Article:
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J Allergy Clin Immunol. 2003 Nov;112(5):923-9.

Systemic responsiveness to lipopolysaccharide and polymorphisms in the toll-like receptor 4 gene in human beings.

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Clinic of Allergology and Respiratory Diseases, CHU Saint-Pierre (ULB), Brussels, Belgium.



The response to lipopolysaccharide exposure is highly variable and might be a result of genetic diversity between individuals. The toll-like receptor 4 (TLR-4) is the principal receptor for lipopolysacharide.


We investigated the association between single-nucleotide polymorphisms in the TLR4 locus and levels of systemic inflammatory markers in response to lipopolysaccharide.


Healthy subjects (n = 116) were genotyped for the most frequent polymorphisms found in the promoter and coding region of the TLR4 gene (-2026A/T, -1607T/C, +896A/G, and +1196C/T relative to the translation start site). Subjects were challenged with 20 microg lipopolysaccharide by inhalation.


Polymorphisms at +896 and +1196 were in complete linkage disequilibrium, and no homozygotes for the less common allele, G and T respectively, were found. After lipopolysaccharide inhalation, subjects heterozygous for either TLR-4/+896 or TLR4/+1196 had significantly lower numbers of white blood cell counts and lower levels of C-reactive protein and lipopolysaccharide-binding protein compared with homozygotes with the common allele. None of the heterozygous subjects (n = 18) except 1 were high responders to lipopolysaccharide (defined as a rise in C-reactive protein > 10 mg/L), whereas 36 of 98 homozygous subjects were high responders (P <.02). No association was observed between the TLR-4/-2026 and TLR-4/-1607 polymorphisms and lipopolysaccharide responsiveness.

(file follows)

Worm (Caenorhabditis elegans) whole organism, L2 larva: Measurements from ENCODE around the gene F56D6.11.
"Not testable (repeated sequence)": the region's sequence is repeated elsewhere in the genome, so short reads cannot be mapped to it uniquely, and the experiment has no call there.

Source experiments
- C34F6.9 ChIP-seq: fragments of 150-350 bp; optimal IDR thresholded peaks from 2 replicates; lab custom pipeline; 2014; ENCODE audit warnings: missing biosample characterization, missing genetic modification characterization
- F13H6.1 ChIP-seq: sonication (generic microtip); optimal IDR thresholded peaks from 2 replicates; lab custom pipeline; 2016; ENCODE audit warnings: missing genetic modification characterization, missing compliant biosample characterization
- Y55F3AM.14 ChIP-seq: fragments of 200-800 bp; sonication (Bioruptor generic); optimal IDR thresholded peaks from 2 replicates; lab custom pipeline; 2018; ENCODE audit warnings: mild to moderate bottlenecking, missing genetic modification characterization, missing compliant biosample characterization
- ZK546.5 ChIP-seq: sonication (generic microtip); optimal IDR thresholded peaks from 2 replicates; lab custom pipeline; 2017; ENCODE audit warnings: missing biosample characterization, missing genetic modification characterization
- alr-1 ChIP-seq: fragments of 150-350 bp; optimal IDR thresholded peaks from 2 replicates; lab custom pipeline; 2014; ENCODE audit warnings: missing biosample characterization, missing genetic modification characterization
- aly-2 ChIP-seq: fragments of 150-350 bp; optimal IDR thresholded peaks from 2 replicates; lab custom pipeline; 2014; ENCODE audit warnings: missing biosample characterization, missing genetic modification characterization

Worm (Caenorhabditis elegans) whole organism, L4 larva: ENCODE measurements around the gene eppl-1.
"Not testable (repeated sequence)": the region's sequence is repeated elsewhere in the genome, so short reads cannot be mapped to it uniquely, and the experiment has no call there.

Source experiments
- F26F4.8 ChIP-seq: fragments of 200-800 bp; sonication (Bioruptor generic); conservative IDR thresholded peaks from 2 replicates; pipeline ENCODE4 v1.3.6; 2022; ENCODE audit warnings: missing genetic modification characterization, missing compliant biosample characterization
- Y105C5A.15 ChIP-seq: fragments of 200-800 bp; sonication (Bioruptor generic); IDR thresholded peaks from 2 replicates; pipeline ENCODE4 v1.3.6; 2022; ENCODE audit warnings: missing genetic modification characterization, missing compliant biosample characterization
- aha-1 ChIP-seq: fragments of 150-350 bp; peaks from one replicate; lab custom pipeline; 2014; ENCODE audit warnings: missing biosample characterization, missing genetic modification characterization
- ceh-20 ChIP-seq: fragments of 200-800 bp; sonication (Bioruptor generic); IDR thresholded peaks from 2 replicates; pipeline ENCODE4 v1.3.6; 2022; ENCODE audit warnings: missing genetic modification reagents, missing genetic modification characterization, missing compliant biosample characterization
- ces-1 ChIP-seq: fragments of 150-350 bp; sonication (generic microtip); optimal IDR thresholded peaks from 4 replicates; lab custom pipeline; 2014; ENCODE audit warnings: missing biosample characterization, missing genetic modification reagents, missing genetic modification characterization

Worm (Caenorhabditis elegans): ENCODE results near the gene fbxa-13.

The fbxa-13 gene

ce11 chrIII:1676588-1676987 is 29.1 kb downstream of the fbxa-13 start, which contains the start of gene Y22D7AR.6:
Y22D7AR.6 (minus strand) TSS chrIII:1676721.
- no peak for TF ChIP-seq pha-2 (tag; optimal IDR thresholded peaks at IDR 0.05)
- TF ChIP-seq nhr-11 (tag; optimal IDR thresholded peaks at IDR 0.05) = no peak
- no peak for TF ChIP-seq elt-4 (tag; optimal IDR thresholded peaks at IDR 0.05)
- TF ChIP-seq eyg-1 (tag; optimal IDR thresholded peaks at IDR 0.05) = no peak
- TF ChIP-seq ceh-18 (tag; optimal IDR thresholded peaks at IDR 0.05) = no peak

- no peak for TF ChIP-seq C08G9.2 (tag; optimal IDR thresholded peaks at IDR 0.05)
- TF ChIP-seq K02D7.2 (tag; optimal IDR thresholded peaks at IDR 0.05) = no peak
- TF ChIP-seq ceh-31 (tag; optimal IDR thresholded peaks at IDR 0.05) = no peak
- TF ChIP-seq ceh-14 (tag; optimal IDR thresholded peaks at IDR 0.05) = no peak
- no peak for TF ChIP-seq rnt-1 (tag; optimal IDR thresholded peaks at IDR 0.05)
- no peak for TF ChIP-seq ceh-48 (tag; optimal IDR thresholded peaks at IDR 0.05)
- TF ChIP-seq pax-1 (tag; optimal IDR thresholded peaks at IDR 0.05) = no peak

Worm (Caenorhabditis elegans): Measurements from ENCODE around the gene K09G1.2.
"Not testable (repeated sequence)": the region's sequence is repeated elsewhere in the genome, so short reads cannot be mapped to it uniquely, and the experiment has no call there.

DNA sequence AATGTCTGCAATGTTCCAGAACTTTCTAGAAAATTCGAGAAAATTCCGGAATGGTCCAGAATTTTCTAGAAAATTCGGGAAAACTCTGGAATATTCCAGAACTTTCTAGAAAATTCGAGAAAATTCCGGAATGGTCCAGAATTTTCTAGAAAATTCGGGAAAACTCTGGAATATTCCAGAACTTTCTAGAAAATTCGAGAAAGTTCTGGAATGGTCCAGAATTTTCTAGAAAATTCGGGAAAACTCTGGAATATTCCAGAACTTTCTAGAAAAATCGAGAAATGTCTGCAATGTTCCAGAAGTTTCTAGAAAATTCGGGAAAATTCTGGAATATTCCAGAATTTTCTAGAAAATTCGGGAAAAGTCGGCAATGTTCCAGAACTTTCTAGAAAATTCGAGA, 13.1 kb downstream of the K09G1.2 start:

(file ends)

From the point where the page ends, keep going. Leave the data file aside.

The single-nucleotide polymorphisms at position +896 or +1196 in the TLR-4 gene is associated with systemic inflammatory hyporesponsiveness to inhaled lipopolysaccharide.

[Indexed for MEDLINE]

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